NHS Blood and Transplant service figures show the number of people on the waiting list for a new heart in the UK has increased by 162% since 2008.
The British Heart Foundation (BHF) is encouraging potential donors to make their wishes known to their next of kin, saying while most people support it many families refuse donations because they are unsure of their loved one’s wishes.
The campaign marks the 50th anniversary of the world’s first heart transplant. On December 3 1967, South African cardiac surgeon Christiaan Barnard transplanted the heart of a woman who died following a car accident to a grocer suffering from heart disease.
The recipient survived 18 days but later succumbed to pneumonia due to the immuno-suppressant drugs he was taking.
Today, such transplants are routine. Patients like Vicky Small of Bournemouth desperately want to get the surgery - but the long waiting list sets her in a race against time.
The 43-year-old, who has been diagnosed with restrictive cardiomyopathy, feared she would not get a new heart due to the waiting list.
“It’s so sad. And it’s also really frightening to think that I might never be lucky enough to receive a new heart because people are not having these uncomfortable, but vital, conversations with their loved ones.
I am in heart failure and I really need a new heart. Please, let your loved ones know if you want to donate your organs. It’s incredibly important you ‘have the chat’ - before it’s too late.”
The BHF said many people believed all they had to do to become an organ donor after death was to join the NHS register or carry their donor card - yet they may not know their families are still entitled to bar the procedure.
Despite surveys showing eight in 10 of all adults in England saying they support organ donation, last year the NHS asked 3,144 families to agree to it, but 1,172 of them declined.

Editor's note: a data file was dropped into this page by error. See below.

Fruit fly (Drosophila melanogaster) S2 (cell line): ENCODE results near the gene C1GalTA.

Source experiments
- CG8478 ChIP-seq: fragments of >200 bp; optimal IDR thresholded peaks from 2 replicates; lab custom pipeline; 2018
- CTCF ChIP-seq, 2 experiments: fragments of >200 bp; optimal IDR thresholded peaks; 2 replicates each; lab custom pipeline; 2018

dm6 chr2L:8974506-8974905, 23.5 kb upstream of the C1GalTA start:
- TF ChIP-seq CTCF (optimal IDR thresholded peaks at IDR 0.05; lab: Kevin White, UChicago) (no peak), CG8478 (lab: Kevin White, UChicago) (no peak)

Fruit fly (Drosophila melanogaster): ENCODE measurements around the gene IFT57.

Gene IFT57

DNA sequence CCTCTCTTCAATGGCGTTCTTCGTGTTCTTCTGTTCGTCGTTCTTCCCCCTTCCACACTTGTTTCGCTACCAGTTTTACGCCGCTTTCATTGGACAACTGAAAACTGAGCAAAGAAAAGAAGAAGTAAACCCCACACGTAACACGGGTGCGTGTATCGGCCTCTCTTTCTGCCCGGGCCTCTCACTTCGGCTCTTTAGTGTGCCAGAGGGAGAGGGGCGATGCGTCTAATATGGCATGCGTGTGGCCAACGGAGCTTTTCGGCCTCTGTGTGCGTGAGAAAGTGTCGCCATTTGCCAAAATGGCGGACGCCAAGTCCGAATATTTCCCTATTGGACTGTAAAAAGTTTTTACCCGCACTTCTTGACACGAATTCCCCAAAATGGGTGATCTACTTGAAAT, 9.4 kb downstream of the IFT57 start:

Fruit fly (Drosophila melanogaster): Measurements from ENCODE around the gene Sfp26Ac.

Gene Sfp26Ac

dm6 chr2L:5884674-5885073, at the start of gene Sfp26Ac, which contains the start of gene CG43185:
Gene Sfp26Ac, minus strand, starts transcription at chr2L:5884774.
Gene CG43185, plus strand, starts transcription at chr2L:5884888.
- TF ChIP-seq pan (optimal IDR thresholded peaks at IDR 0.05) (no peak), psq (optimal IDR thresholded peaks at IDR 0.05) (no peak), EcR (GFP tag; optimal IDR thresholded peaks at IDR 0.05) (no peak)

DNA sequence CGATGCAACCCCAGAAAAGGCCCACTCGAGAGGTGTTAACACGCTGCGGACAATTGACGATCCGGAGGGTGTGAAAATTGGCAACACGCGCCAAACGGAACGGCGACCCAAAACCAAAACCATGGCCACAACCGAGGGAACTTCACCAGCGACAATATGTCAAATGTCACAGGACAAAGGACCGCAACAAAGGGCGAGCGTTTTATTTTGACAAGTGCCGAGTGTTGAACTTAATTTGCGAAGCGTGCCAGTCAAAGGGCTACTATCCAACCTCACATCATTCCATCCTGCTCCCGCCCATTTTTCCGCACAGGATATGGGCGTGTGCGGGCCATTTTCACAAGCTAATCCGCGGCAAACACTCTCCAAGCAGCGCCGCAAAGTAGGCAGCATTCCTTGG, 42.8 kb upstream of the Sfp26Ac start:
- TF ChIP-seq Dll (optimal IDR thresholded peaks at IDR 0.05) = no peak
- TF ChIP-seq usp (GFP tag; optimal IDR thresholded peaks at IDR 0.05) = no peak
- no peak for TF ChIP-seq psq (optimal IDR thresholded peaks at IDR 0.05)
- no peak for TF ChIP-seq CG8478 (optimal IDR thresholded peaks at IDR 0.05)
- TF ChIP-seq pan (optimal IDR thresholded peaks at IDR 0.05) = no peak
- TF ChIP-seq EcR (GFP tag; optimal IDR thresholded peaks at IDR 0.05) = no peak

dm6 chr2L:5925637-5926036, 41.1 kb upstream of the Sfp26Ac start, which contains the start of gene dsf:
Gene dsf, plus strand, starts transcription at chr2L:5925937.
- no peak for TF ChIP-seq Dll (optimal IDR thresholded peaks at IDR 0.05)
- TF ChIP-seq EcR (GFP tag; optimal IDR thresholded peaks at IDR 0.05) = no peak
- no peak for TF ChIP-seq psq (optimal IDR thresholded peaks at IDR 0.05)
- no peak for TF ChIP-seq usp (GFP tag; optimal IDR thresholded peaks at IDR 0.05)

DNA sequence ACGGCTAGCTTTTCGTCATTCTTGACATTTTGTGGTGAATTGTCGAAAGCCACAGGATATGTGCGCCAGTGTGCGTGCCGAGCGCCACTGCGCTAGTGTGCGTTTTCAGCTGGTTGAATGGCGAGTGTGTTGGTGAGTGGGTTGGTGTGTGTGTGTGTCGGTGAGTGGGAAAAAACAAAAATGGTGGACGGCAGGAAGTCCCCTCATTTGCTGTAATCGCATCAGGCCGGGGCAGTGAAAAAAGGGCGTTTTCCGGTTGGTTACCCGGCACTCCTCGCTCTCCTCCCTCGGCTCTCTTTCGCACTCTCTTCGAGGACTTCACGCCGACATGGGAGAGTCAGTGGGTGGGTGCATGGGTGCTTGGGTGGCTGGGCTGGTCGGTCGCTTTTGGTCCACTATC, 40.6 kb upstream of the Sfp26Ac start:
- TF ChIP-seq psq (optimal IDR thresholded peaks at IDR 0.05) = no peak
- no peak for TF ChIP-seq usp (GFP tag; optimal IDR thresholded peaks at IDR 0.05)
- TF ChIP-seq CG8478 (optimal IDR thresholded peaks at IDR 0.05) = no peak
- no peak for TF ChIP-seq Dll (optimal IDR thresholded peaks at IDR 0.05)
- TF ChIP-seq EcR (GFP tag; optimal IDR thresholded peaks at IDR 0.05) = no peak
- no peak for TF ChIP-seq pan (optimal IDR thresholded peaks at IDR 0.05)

NHS organ donation and transplantation associate director Professor John Forsyth said around 200 people received heart transplants in the UK annually - the waiting list numbers increased partly due to an ageing population and the increasing risk of heart disease.
“In the last 10 years, with a huge amount of work from many people both within the NHS and outside of the NHS, the number of people donating their organs in death has reached the record number of 1,413,” Prof Forsyth said.
“There is still a severe shortage of donated organs of all kinds and far too many people die without ever receiving the transplant they need. Organ donation saves lives and we urge people to join the NHS Organ Donor Register and talk to their families about their decision.”
BHF chief executive Simon Gillespie said the surgery once considered “laughably risky” had developed over the last 50 years to become so advanced that hundreds of successful heart transplants are carried out in the UK every year.
“But this is not enough. We need to give those waiting for a new heart the best chance of actually receiving a healthy organ. This will only happen if we start the conversations with our loved ones so that, if the situation arises, they will be able to honour our wishes and save a life.”